To check Freeview reception in your area, please visit http://www.digitaluk.co.uk and use the postcode checker or visit http://www.freeview.co.uk/availability and use the coverage checker. Alternatively, if you are an advanced user, please check http://www.wolfbane.com/cgi-bin/tvd.exe? for a more detailed coverage check.

An alternative to Freeview is Internet TV, please see my article on Top Quality Totally FREE Internet TV Services for more details.

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Comment from admin
Time May 14, 2009 at 1:43 am Twitter

My flats are finally having a communal satellite dish installed along with a more powerful shared Freeview aerial. Using the existing single coax cabling from the old aerial, they can pipe satellite, Freeview and DAB digital radio to individual flats. This is a great solution for blocks of flats to receive all services.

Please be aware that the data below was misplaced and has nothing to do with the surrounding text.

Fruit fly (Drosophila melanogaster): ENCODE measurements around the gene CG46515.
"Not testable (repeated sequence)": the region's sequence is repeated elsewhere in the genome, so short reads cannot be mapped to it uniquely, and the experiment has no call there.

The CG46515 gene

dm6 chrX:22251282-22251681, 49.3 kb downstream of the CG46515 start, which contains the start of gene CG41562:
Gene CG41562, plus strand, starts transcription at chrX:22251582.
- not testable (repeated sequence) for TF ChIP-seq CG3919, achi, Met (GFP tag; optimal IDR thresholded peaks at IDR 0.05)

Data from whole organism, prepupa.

Comment from admin
Time May 23, 2009 at 10:10 pm Twitter

I am now reaping the benefits of a shared communal satellite dish with full Sky TV and am therefore no longer using Freeview.

Freeview or Freesat?

Incidentally if want satellite TV and don’t want to pay a monthly subscription, there is FreeSat which offers more free channels than Freeview and is paid for as part of a standard TV licence. One must note however that although you get more channels on FreeSat than on Freeview, there are still some good channels on Freeview that you don’t get on FreeSat, E.g. Virgin 1, Five USA, Fiver, Sky 3 and a couple more. For example, you want to watch Virgin 1 free, you have to use Freeview, otherwise you need to subscribe to Sky TV or Virgin Cable.

For the best choice possible of no subscription TV, it’s best to get Freeview and FreeSat together using a TV with 2 scart inputs.